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Aschaffenburg is a city in Bavaria, Germany. It is located on the right bank of the Main and its confluence with the narrow Aschaff river, near the foot of the Spessart. The city of Aschaffenburg is not included in the district of Aschaffenburg, but is its administrative seat. Population: 66,800 (1999).


Aschaffenburg, called in the Middle Ages Aschafaburg, was originally a Roman settlement. Roman legions had their station here, and on the ruins of their castrum the Frankish mayors of the palace built a castle. Saint Boniface erected a chapel to Saint Martin, and founded a Benedictine monastery. A stone bridge over the Main was built by Archbishop Willigis in 989. Adalbert increased the importance the town in various ways about 1122. In 1292 a synod was held here, and in 1474 an imperial diet, preliminary to that of Vienna, in which the concordat was decided which has therefore sometimes called the Aschaffenburg Concordat.

The town suffered greatly during the Thirty Years' War, being held in turn by the various belligerents. In 1842 - 1849, King Ludwig I of Bavaria built himself to the west of the town a country house, Pompejanum, so called from its being an imitation of the house of Castor and Pollux at Pompeii. In 1866 the Prussians inflicted a severe defeat on the Austrians in the neighbourhood.

The principality of Aschaffenburg, deriving its name from the city, comprehended an area of 1694 km2. It formed part the electorate of Mainz, and in 1803 was made over to the chancellor, Archbishop Charles of Dalberg. In 1806 it was annexed to the grand duchy of Frankfurt; and in 1814 was transferred to Bavaria, in virtue of a treaty concluded between that power and Austria. Within Lower Franconia, it now forms a part of the Bundesland of Bavaria.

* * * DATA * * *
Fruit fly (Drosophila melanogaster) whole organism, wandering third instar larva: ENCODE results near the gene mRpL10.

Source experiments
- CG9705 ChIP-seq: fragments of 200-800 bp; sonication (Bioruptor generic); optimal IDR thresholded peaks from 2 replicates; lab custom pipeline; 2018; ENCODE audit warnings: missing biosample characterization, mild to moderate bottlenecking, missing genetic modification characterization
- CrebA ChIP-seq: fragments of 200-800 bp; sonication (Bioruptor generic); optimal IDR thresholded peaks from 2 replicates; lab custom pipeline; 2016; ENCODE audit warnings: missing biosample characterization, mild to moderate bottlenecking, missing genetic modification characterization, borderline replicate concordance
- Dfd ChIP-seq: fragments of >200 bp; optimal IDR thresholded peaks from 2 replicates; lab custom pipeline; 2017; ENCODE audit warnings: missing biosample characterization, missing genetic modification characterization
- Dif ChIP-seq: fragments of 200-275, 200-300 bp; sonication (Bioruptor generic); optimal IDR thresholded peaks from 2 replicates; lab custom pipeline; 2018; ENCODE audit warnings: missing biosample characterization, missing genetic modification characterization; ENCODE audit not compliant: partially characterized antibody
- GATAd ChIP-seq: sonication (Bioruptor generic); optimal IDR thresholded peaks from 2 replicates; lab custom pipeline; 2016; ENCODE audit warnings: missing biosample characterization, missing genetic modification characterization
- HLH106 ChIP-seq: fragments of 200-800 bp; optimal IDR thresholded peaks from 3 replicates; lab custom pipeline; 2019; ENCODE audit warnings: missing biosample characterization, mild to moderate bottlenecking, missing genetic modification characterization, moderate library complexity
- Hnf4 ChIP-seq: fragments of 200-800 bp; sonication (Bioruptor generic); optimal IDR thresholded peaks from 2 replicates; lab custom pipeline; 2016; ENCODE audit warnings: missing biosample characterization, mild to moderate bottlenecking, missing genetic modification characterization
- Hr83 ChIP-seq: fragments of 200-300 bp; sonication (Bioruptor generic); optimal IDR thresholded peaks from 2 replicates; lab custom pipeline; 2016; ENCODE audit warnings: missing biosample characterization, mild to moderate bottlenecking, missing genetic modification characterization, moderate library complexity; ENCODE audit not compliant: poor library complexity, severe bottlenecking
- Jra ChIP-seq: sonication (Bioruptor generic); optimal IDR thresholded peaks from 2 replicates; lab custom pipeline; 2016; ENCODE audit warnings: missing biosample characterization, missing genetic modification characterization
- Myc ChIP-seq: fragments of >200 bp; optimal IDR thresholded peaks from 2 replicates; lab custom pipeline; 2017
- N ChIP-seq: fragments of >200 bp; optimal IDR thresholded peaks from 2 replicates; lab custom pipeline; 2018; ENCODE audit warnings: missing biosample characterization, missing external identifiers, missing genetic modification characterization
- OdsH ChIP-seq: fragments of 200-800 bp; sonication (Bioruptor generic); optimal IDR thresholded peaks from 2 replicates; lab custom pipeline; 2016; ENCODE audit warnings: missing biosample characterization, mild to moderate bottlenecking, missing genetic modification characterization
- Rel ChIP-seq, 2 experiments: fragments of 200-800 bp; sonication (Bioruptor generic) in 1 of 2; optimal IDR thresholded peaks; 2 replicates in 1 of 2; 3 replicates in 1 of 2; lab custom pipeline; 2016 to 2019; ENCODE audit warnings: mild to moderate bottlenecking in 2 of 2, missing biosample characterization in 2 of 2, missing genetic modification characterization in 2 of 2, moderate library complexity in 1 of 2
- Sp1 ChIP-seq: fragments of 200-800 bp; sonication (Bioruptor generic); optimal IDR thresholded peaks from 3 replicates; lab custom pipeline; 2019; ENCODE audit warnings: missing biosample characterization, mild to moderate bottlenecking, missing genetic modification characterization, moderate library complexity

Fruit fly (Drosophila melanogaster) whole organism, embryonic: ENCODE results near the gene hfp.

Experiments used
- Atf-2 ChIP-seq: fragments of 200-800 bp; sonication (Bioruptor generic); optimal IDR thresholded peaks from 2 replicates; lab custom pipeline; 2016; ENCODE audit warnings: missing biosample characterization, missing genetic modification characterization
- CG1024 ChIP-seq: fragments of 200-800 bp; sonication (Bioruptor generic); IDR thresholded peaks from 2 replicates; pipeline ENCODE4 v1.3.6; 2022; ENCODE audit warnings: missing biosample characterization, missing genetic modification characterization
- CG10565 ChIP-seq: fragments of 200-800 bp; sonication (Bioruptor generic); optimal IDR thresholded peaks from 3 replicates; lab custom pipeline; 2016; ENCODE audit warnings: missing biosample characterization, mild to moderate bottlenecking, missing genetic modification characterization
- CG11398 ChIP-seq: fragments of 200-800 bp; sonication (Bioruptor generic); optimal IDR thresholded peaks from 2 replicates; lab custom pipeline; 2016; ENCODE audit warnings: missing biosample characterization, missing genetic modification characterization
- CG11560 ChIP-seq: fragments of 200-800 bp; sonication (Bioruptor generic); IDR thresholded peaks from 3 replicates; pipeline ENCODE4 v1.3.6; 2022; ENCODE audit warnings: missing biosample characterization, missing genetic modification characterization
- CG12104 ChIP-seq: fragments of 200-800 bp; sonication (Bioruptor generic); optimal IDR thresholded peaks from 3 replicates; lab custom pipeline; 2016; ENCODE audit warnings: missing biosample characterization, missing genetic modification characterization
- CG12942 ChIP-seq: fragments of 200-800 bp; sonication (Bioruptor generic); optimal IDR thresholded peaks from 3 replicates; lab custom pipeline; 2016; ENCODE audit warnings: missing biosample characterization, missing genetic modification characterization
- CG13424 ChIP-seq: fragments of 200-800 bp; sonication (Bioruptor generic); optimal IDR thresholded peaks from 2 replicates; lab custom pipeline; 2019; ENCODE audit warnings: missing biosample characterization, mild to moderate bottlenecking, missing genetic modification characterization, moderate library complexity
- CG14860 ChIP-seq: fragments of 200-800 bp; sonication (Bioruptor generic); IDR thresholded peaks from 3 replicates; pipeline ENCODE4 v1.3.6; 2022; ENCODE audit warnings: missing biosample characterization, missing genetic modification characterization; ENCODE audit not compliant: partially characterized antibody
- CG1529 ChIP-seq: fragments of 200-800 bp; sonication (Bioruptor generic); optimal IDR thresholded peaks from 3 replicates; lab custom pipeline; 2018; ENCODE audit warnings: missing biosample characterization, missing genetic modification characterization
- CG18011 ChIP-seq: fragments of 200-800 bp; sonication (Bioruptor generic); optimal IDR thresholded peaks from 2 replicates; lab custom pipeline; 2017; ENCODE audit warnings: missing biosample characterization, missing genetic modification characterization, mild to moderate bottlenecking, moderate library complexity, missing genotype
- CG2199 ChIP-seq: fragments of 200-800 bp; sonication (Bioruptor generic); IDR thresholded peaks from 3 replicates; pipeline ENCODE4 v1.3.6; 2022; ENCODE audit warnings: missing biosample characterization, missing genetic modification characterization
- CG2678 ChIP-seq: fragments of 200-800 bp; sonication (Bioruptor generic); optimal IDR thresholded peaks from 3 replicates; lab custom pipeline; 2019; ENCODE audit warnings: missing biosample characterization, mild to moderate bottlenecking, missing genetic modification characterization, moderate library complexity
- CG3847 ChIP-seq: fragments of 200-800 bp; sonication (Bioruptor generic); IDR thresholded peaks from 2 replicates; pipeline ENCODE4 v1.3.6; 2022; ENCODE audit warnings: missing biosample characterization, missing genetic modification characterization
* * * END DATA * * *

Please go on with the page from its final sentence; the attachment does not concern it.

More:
Its chief buildings are the Schloss Johannisburg, built (1605 - 1614) by Archbishop Schweikard von Kronberg, which contains a library with a number of incunabula, a collection of engravings and paintings; the Stiftskirche, or cathedral, founded in 974 by Otto of Bavaria, but dating in the main from the early 12th century on, in which are preserved various monuments by e Vischers, a sarcophagus with the relics of Saint Margaret, and a famous painting by Matthias Grünewald; the Capuchin hospital; a theatre, which was formerly a house of the Teutonic order; and several mansions of the nobility.

The graves of Clemens Brentano and his brother Christian Brentano (died 1851) and that of Wilhelm Heinse are on the Altstadtfriedhof.

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